Following our soil analysis in spring this season we have been able to tailor our nutrient needs more precisely.
These two charts are for one green (2nd hole) and we had 4 tested in total to give a better picture over the entire site. Armed with these figures we were able to decide on a feeding programme using both granular and foliar feeds.
Nutrients move through the plant in different ways which further complicates product selection.
For example, we are low in Calcium which is an essential part of cell wall structure. Calcium moves quickly upwards in the plant but very slowly downwards so there is little gain from a foliar application. Calcium needs to applied in a way that makes it present in the soil so we look for granular fertilisers containing Calcium.
The aim is to create and maintain a healthy, nutrient rich yet balanced rootzone. Over time this will help us reduce maintenance costs and provide strong, healthy turf with a vigourous root system.
The greens are heading into winter in very good health.
There is a good level of colour at the moment without it being artificially green in appearance. It should also be noted that the greens have received virtually no Nitrogen since late July. The use of Iron has also been limited with only a light foliar application in September, the first since January.
Our soil analysis in spring has enabled us to select and apply only the fertilisers which the turf required. We have been feeding with just enough to keep the turf healthy yet not actually force anything to grow.
The greens have been heavily overseeded this season and it has proven to be very successful. It is now getting a little on the cold side for decent germination so seeding is suspended until next season.
The dry spring actually worked in our favour in some respects. It made life very difficult for the shallow rooted Annual Meadowgrass and in several areas it weakened it so much that the finer grasses were able to get a foothold and start to out compete it.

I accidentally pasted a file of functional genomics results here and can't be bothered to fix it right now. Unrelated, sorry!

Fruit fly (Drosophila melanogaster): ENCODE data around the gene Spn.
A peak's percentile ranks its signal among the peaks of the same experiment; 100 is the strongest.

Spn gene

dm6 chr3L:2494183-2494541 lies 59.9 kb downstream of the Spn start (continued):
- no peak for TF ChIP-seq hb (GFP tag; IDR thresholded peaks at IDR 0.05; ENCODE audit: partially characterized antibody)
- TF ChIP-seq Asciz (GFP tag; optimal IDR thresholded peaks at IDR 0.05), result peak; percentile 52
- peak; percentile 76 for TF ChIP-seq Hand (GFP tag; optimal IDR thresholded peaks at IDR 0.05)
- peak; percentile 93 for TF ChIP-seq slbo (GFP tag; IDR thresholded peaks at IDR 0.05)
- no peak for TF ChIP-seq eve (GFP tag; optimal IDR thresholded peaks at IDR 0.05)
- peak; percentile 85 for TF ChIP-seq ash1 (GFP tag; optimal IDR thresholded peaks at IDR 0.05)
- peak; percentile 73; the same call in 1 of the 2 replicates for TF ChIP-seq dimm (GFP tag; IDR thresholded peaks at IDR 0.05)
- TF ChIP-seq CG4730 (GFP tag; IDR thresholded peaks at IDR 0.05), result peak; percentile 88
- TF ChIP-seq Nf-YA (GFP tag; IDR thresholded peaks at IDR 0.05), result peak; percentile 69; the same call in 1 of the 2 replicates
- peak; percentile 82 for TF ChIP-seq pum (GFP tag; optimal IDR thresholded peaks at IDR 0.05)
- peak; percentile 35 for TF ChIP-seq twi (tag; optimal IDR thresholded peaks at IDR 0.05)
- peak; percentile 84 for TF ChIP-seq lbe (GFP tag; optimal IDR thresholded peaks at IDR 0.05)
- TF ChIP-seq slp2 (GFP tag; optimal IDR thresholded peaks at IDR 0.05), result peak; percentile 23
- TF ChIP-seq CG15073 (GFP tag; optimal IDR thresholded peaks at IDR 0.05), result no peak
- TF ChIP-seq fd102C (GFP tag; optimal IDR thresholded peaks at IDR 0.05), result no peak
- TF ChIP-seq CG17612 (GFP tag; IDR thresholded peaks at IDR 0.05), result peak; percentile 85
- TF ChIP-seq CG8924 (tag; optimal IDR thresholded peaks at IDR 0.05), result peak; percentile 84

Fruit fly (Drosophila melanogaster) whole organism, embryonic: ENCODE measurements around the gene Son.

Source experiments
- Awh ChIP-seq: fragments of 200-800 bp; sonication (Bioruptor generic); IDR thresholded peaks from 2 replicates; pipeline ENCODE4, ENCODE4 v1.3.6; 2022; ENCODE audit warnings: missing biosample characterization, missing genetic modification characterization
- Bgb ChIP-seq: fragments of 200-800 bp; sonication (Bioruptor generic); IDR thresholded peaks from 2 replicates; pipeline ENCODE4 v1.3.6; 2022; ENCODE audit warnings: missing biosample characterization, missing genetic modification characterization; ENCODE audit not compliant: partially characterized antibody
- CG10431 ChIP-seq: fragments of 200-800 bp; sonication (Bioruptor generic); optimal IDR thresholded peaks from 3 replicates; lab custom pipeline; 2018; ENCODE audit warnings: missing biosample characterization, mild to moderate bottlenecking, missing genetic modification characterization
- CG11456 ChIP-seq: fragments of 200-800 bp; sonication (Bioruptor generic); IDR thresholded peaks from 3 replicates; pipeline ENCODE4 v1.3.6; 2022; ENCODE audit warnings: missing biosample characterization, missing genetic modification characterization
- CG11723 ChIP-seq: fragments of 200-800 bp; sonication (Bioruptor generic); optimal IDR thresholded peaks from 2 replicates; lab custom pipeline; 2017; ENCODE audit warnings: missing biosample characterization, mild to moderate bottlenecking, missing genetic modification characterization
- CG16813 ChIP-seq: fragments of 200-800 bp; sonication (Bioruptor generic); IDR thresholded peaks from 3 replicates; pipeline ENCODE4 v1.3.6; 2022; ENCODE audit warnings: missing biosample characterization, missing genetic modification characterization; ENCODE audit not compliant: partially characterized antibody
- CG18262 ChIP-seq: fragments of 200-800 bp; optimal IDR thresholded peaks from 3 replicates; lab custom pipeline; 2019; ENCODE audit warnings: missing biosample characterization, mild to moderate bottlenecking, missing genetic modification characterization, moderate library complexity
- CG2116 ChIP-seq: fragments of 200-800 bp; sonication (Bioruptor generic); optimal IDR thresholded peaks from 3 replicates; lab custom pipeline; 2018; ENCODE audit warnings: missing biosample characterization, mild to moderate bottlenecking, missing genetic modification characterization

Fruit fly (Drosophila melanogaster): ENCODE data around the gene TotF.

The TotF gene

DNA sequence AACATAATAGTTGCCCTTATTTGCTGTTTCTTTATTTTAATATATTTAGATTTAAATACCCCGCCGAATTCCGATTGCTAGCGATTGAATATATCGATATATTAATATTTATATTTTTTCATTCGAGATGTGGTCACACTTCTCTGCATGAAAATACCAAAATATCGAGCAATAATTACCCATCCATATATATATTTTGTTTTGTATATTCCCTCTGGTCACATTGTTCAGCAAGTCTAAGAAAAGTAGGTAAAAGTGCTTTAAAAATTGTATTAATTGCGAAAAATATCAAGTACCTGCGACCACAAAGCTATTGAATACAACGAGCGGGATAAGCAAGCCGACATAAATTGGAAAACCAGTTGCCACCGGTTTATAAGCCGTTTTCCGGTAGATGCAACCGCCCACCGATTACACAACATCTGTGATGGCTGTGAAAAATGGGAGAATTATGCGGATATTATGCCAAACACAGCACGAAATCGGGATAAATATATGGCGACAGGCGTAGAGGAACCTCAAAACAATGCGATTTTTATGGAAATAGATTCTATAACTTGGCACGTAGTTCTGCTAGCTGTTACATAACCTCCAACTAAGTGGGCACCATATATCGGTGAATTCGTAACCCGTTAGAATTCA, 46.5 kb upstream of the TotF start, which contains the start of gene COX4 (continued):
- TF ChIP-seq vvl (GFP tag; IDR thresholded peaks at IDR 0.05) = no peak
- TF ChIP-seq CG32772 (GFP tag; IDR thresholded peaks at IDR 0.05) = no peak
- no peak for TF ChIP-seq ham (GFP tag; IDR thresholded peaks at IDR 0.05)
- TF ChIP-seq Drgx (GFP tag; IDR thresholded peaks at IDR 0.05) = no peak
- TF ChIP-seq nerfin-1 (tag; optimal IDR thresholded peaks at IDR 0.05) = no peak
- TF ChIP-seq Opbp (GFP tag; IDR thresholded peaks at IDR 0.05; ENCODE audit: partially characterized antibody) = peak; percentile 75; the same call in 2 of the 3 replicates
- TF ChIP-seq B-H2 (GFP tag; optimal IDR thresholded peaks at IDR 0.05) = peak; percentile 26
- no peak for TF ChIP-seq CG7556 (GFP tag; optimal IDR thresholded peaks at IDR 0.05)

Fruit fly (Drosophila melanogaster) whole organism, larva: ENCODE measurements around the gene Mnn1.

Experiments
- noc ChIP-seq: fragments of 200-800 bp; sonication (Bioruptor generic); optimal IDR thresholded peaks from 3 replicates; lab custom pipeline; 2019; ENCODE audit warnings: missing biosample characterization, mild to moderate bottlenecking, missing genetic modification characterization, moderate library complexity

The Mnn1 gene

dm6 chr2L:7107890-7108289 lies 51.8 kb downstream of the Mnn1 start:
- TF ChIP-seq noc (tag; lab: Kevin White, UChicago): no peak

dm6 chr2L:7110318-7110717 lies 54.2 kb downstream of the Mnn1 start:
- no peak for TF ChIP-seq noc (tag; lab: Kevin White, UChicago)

We have just taken delivery of a few products to maintain the current level of turf health throughout winter and we hope to get off to a good start in spring for what will be a huge year at the Club.
The photos above show the difference in the tees over the last 18 months.
It is just possible to see the lines of new seedlings in the lower photo from the first introduction of dwarf Rye. The second photo shows how rapidly it has filled in any gaps in the sward over the space of a full growing season.
Increased feed as well as the use of wetting agents and regular aeration has also gone a long way to improving the surfaces.
The dwarf Rye has such good wear tolerance and rapid recovery that even with our small tees it should be possible to keep a good cover of grass year round.
With the turf quality improved we find ourselves in the position of being able to lift the turf, level the tees and relay the same turf over the next few years vastly reducing the cost of the tee renovations.
We’ve had a great strike from the autumn overseeding with every line in all 3 passes now showing new seedlings.
The seeding work has been timed perfectly and all of the new Fescue and Bent seedlings should be well established before any significant frost. This will get us off to a great start next season.
The first of the fairway bunkers has been renovated and topped up with sand.
All of the old revetting has been removed and the bunker base shaped to give steep sides. This will encourage balls to find the flat centre of the bunker allowing easier shots to be played out.
The bunkers will also have Marram grass and Heather planted in small areas to promote the Links/Heath look.
So far only the first bunker on the right of 9 has been done but to put things in perspective this took 1 man 90 minutes to complete as opposed to 2 men 2 days to revett the same bunker.
Work is underway to prepare the used parts of the turf nursery for seeding.
The areas where turf has been lifted in the past has largely been abandoned in recent years.
We have sprayed out all weed content and coarse grass species this season before rotavating to create a good soil to seed into.
The soil will be tracked in when dry and chain-harrowed to help level the surface as well as remove any loose stones/debris.
We will then triple pass with the seeder and sow Fairway seed before conditions become too cold.
All greens have now been topdressed to fill in depressions left at the points where the seeder lines intersect.
The sand will also act as a protective coating on top of the seedlings which will be starting to germinate in around a week.
Following the dressing the greens were rolled to help reinstate the surfaces.
Brushing will be undertaken if we get a dry spell to further work the sand into the sward.